When we have lived a large part of our adult lives without major disabilities, encountering restrictions on everyday activities, like jumping in the car and going, can be very hard to accept. And developing the mindset for smoothly seeking alternatives may not come quickly or easily. But in the end, I (gladly) keep finding that almost every problem has multiple solution options – if we approach the search with an open mind.
This month I learned about an interesting conference being held in a neighboring county. I wanted to attend, but my usual (intra-county) transportation options could not be used to get there. After some frustration, sadness and anger (“Why don’t these people think about disabled transit riders?”) I set out to look for solutions. Of course, one option would be to ask a friend or family member to drive me there, but they have responsibilities and obligations that can make being my “chauffer” problematic too. I believe that most of us want to remain as independently functional as possible. I wanted to do this myself!
I set up a spreadsheet on which I wrote possible choices and then I started searching on the internet and making phone calls.
As you would expect, public transit is the least expensive but most time consuming and challenging. Private ‘Black Car” limo services are the most expensive but quickest and easiest. And other options fell in the middle.
Based on a (one-way) trip of 21 miles from home to conference venue
|A||Personal Car||$ 12.14 est.||29 minutes||This doesn’t factor in the costs to the family member driver|
|B||Ridesharing service (Uber / Lyft)||$ 29.00||35 minutes||Not currently available for wheelchairs|
|D||“Black Car Service”||$ 144.00||29 minutes|
|E||Private Paratransit||$ 83.00||29 minutes|
|$ 49.00||90+ minutes||Two rides. requires transferring at the airport|
|G||My paratransit +
|Not currently available|
|H||My transit +
|$ 5.10||90+ minutes||Two rides. requires transferring at their transit center|
|I||My transit +
|$ 3.10||140+ minutes||Three rides. requires transferring at their transit center and one bus stop.|
(“My transit=my local buses, Their transit=neighboring county’s buses, My paratransit=paratransit vans from my local transit agency, Their paratransit= neighboring county’s paratransit van)
In the end, I chose option “H” because, while more cumbersome to use than private direct servies (3 times longer in time plus switching vehicles once), the cost savings is significant (94-96% savings).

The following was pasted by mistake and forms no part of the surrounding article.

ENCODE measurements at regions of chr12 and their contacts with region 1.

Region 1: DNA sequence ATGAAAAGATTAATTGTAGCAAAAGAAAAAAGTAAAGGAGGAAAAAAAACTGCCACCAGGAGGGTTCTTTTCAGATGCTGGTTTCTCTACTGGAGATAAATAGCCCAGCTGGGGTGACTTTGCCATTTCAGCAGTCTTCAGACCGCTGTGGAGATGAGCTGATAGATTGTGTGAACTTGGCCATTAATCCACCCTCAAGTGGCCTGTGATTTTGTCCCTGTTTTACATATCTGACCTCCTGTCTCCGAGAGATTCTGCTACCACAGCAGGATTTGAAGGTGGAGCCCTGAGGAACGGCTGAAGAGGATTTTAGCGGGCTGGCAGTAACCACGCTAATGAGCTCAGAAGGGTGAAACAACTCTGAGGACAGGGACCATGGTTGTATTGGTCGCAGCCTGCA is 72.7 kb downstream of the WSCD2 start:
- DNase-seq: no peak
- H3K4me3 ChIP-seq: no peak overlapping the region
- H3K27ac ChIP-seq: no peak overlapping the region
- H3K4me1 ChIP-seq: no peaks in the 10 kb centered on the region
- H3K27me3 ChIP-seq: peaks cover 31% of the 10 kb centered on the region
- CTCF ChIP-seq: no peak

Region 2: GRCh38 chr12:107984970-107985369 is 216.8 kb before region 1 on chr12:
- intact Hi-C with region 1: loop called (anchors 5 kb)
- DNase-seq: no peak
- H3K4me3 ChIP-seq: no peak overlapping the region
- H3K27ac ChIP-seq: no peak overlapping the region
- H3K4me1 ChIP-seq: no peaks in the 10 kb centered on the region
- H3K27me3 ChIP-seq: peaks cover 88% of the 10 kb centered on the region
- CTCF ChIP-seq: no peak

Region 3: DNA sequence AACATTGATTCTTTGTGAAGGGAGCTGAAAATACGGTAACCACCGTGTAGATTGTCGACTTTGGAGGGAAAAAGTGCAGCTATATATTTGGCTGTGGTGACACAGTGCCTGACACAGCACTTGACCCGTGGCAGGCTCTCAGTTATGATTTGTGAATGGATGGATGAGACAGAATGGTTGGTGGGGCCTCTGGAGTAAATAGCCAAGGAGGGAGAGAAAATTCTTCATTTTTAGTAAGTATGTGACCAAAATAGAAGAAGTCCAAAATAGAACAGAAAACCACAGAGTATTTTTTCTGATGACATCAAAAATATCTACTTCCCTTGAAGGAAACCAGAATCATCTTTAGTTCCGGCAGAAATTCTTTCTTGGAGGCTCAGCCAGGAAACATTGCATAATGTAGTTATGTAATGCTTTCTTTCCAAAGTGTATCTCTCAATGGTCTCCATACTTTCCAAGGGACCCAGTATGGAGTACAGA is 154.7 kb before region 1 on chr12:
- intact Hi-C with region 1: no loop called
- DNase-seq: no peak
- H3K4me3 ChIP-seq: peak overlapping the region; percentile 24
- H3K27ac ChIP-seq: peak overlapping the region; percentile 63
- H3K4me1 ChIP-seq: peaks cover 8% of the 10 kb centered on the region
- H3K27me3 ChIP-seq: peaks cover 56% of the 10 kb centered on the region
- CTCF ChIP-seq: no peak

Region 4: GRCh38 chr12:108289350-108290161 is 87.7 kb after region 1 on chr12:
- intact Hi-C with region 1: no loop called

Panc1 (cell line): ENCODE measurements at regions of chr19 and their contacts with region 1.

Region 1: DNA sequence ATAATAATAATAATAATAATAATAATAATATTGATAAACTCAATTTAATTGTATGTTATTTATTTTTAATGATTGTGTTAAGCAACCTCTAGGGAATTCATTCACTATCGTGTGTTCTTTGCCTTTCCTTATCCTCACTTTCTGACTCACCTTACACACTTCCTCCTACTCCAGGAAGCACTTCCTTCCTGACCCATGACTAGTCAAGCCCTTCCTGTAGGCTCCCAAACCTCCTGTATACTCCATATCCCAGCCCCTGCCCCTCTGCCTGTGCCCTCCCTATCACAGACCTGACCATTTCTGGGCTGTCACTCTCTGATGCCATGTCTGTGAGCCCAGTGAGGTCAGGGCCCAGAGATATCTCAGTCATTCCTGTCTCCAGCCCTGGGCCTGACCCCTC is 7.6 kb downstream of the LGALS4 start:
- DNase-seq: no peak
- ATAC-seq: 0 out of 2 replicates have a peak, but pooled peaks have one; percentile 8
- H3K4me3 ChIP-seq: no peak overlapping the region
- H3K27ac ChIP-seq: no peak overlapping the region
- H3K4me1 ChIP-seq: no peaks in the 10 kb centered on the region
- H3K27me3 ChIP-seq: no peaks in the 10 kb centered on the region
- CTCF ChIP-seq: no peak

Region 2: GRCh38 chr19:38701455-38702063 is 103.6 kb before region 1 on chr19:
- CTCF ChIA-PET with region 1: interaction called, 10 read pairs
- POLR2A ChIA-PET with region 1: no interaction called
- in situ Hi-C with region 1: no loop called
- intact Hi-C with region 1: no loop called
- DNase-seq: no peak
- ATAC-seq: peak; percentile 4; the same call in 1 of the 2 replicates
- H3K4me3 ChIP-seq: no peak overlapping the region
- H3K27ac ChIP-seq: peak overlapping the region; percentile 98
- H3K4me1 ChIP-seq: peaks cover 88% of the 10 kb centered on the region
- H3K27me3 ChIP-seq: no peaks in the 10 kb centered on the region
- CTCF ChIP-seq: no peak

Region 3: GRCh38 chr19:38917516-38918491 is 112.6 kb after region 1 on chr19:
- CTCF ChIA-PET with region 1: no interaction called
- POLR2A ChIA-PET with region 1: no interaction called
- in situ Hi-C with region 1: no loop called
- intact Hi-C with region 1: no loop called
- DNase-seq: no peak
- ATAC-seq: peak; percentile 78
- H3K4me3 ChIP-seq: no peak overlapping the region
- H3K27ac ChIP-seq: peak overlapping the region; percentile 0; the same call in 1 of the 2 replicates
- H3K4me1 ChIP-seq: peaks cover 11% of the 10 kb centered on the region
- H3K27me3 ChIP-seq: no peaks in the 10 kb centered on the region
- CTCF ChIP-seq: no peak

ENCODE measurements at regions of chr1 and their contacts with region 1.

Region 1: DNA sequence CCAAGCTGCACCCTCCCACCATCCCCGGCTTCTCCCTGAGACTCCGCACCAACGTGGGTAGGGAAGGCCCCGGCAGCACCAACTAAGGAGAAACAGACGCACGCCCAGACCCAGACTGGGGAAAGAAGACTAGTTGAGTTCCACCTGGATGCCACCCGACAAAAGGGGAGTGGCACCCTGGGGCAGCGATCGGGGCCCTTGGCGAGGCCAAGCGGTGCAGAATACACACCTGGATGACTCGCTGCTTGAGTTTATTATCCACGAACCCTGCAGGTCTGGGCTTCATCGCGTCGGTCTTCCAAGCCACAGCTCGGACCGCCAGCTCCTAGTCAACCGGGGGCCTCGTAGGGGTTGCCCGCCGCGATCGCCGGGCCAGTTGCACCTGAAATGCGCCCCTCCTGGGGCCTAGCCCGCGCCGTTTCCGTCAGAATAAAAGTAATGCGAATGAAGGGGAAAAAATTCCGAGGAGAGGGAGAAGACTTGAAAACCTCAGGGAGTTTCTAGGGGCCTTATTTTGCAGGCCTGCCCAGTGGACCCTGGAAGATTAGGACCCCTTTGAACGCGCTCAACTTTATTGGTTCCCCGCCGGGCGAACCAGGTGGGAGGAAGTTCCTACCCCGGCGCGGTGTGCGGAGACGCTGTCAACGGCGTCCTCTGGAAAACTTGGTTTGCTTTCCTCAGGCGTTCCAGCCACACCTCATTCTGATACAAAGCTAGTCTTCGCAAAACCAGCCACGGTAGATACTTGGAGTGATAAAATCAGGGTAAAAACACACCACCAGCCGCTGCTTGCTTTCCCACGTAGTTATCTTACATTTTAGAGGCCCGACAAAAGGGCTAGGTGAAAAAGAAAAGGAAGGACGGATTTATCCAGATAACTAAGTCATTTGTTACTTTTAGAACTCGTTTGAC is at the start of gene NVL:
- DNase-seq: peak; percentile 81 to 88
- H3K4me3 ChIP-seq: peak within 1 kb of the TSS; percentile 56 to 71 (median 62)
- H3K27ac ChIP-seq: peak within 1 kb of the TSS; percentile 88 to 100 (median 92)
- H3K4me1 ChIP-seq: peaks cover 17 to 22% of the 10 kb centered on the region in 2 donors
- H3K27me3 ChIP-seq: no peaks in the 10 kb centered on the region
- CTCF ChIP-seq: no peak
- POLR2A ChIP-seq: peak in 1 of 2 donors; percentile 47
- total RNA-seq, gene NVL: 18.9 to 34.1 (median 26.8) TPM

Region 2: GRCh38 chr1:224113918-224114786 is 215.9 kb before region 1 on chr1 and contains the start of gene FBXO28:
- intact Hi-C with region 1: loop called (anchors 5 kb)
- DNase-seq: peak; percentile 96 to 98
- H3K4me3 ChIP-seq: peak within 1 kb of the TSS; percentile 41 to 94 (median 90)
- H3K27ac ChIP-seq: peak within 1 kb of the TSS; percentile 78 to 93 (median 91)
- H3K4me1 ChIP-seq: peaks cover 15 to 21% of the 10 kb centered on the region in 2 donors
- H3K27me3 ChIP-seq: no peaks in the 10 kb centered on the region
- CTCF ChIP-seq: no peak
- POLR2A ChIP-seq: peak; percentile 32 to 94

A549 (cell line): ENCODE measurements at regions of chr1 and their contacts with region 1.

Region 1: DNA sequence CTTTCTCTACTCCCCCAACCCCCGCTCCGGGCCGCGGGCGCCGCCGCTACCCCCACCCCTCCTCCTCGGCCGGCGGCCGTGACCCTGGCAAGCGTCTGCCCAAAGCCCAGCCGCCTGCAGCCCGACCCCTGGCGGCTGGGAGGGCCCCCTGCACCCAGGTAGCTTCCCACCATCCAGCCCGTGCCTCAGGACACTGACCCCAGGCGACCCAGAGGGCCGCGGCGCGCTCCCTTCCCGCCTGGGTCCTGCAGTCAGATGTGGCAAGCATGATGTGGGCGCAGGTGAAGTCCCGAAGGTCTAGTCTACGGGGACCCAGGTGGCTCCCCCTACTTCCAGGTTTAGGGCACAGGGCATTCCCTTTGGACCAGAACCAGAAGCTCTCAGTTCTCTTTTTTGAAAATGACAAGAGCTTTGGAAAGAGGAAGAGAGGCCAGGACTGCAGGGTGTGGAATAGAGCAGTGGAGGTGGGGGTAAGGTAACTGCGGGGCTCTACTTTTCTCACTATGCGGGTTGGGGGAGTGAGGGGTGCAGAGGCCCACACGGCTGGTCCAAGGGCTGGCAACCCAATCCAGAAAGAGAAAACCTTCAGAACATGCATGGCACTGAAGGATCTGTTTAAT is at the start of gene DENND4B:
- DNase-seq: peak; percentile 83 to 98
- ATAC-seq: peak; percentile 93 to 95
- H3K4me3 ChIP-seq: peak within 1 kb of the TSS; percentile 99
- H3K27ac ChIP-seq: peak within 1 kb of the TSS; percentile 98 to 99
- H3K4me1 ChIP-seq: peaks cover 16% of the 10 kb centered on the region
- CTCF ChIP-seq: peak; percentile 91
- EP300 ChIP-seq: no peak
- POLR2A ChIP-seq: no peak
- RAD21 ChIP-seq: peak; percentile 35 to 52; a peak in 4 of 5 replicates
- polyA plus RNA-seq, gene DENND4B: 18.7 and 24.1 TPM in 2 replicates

What did I learn from this exercise?
- * Start planning as early as you can – As I researched options I learned that my neighboring county has a reciprocity program with my own county’s paratransit system, but to take advantage of it requires phone calls, faxes, follow-up and time. In the end approvals came through in time for my needs!
- * Be open minded. Sometimes the best answer is “some of this and some of that”. In this case, no one provider looked perfect, but by combining options, a reasonable solution was found.
- * Stay calm and as cheerful as possible. It is easy to feel defeated by these challenging situations. But I have found that maintaining a friendly, polite approach brings out that same attitude from the transit agency staff. Often these contacts have volunteered ideas and support I didn’t know existed.
I wish you all the best in finding your best “ways”!
Transit = Fixed route public transportation that operate on set schedules. Depending on the area this can be buses, trolleys or trains. Currently most municipal transit systems in the US are accessible for disabled riders. However, access to and from transit vehicles (sidewalks, etc.) can be more unpredictable.
Paratransit = Transportation service that supplements larger public transit systems by providing individualized rides without fixed routes or timetables. Many municipalities offer schedulable paratransit services specifically for disabled riders